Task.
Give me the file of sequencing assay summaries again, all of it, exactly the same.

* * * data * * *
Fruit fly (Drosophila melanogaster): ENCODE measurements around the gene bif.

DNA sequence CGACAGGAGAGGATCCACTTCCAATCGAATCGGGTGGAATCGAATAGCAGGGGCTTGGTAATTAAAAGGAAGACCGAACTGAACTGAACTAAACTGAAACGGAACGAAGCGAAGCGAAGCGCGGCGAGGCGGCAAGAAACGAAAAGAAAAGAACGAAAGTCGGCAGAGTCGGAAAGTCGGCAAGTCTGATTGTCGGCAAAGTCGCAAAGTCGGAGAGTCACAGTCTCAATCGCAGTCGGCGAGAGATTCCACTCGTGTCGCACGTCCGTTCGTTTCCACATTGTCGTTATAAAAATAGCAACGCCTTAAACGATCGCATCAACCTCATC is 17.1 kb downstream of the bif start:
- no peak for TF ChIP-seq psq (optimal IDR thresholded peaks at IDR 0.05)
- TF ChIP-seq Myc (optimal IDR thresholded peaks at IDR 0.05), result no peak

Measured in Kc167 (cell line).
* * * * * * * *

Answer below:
Fruit fly (Drosophila melanogaster): ENCODE measurements around the gene bif.

DNA sequence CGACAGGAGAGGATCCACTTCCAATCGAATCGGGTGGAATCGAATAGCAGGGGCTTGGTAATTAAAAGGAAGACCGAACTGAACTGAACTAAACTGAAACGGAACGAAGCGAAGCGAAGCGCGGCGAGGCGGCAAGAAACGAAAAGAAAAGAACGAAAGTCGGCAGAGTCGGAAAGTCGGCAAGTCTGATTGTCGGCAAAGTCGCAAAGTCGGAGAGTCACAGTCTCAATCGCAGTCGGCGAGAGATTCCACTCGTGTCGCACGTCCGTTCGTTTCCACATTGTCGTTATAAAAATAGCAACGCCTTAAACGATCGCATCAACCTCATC is 17.1 kb downstream of the bif start:
- no peak for TF ChIP-seq psq (optimal IDR thresholded peaks at IDR 0.05)
- TF ChIP-seq Myc (optimal IDR thresholded peaks at IDR 0.05), result no peak

Measured in Kc167 (cell line).